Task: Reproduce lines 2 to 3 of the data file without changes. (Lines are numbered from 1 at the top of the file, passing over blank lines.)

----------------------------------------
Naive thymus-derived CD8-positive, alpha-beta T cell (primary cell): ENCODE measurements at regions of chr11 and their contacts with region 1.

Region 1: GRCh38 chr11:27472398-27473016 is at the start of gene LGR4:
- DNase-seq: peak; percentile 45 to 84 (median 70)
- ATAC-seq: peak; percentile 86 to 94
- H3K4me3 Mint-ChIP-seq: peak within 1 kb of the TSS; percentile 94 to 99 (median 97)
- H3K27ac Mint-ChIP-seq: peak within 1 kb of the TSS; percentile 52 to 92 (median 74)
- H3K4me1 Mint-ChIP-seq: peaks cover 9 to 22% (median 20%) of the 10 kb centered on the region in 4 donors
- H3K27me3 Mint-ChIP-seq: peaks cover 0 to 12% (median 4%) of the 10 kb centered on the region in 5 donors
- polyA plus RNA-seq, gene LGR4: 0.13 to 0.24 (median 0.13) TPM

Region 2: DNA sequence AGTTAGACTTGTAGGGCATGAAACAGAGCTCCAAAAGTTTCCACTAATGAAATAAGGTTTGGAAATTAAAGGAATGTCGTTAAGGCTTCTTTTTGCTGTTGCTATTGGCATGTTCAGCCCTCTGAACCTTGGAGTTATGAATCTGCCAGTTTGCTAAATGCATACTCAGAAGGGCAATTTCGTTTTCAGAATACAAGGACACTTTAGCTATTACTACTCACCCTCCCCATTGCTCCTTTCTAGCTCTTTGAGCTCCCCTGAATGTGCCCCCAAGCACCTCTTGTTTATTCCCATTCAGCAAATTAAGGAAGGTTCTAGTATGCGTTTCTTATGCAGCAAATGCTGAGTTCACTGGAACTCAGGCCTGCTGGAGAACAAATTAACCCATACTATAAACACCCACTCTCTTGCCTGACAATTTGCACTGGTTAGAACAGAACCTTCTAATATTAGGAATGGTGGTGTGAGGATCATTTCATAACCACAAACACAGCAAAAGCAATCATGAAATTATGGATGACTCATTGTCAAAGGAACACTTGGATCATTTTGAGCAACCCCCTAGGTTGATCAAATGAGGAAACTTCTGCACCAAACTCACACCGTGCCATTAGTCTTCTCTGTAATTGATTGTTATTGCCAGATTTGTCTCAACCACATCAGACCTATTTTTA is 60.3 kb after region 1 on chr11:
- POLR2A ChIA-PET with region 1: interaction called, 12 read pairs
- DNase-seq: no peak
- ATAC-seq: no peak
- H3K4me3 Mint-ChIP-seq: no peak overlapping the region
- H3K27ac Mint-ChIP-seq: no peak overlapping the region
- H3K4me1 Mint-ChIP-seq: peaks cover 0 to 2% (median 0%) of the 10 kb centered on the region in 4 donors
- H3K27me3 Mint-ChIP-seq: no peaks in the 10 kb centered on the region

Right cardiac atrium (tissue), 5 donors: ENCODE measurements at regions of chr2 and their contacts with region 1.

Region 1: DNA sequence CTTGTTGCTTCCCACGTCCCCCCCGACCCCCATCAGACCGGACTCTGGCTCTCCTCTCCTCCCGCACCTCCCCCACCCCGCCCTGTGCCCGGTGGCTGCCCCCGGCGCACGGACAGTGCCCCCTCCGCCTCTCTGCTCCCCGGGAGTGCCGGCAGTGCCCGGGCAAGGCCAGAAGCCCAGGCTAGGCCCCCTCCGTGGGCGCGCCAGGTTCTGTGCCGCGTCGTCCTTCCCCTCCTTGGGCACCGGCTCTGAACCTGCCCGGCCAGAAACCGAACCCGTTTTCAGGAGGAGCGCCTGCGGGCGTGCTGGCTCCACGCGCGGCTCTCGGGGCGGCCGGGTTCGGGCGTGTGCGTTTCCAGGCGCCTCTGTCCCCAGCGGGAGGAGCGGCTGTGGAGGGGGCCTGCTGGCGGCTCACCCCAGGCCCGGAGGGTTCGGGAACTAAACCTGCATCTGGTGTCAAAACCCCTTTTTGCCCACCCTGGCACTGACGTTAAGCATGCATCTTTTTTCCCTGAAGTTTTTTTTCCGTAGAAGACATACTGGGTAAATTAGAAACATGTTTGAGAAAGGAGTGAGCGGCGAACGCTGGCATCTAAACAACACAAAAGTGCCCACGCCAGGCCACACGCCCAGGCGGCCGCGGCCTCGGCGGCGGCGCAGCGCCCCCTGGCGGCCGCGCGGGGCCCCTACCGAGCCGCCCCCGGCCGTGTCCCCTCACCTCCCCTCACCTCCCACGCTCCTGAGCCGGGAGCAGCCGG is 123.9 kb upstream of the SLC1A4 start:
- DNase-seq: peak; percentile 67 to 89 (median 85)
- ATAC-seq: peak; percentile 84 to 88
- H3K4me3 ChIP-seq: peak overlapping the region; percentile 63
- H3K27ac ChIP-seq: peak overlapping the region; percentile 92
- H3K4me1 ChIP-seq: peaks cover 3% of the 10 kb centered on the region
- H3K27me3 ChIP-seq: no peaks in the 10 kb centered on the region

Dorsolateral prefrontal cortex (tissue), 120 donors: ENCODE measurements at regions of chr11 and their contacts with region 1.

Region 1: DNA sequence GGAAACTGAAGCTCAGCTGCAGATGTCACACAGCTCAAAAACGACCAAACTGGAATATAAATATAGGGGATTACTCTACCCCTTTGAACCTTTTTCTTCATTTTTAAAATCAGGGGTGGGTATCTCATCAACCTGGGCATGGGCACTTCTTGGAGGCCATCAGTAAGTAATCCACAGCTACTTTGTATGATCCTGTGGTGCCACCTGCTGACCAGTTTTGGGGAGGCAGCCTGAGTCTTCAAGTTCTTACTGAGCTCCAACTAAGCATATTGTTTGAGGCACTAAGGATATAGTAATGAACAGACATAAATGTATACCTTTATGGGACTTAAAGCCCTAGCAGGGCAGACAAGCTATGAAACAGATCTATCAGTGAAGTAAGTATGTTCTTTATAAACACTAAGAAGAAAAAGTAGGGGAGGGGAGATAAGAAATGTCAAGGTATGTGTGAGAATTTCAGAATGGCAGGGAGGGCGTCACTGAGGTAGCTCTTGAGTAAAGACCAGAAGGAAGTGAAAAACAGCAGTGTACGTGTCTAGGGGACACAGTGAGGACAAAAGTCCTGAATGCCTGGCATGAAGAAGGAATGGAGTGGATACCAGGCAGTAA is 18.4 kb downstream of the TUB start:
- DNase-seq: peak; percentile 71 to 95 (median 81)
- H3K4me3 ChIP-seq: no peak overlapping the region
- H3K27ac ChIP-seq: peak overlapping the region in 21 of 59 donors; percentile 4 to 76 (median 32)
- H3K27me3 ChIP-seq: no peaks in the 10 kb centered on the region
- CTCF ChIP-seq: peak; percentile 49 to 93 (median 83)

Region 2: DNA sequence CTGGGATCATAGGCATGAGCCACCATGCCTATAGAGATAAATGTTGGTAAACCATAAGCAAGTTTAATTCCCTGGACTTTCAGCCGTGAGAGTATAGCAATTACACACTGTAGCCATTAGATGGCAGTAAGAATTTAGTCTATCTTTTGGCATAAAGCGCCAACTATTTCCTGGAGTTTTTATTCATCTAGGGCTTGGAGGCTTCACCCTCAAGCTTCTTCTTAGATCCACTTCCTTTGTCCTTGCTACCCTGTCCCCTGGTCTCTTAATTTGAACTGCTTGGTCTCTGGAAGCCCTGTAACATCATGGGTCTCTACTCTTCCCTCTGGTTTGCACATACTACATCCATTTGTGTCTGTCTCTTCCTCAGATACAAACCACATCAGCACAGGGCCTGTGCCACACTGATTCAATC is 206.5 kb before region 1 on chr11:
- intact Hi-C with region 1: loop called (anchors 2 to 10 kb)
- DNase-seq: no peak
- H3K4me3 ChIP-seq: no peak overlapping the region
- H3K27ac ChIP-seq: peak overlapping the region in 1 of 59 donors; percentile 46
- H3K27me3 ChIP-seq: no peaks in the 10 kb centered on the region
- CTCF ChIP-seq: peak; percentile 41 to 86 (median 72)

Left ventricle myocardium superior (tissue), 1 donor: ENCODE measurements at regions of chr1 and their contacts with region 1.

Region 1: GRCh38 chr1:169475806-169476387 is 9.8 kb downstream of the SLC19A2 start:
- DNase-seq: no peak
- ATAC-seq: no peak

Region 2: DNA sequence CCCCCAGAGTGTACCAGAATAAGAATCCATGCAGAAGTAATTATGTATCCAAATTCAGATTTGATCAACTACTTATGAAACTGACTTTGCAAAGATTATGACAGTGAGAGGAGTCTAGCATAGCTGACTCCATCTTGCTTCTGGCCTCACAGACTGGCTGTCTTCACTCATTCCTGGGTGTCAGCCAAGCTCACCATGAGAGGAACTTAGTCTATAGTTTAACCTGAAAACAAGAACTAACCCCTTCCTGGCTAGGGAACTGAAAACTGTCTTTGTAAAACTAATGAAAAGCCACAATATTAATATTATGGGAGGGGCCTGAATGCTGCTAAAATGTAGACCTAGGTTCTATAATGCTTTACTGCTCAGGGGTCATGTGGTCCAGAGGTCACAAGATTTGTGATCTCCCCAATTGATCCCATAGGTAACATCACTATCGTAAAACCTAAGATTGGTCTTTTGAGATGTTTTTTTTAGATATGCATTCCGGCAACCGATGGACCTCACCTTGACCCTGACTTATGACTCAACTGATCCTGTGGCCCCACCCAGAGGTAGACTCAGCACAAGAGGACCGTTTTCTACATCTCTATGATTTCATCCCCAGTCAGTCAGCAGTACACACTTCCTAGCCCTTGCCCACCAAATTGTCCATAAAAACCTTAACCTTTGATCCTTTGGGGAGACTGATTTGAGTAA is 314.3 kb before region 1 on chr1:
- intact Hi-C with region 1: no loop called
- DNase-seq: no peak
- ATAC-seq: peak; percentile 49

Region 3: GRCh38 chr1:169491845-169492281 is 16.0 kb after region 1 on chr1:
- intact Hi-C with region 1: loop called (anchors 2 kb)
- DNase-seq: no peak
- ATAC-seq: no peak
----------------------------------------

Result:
Region 1: GRCh38 chr11:27472398-27473016 is at the start of gene LGR4:
- DNase-seq: peak; percentile 45 to 84 (median 70)